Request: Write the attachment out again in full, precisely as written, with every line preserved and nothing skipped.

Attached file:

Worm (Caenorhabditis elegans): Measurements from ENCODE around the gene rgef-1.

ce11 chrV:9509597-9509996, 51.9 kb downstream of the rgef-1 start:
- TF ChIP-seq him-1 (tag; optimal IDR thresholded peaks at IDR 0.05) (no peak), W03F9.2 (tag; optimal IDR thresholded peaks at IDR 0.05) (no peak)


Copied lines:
Worm (Caenorhabditis elegans): Measurements from ENCODE around the gene rgef-1.

ce11 chrV:9509597-9509996, 51.9 kb downstream of the rgef-1 start:
- TF ChIP-seq him-1 (tag; optimal IDR thresholded peaks at IDR 0.05) (no peak), W03F9.2 (tag; optimal IDR thresholded peaks at IDR 0.05) (no peak)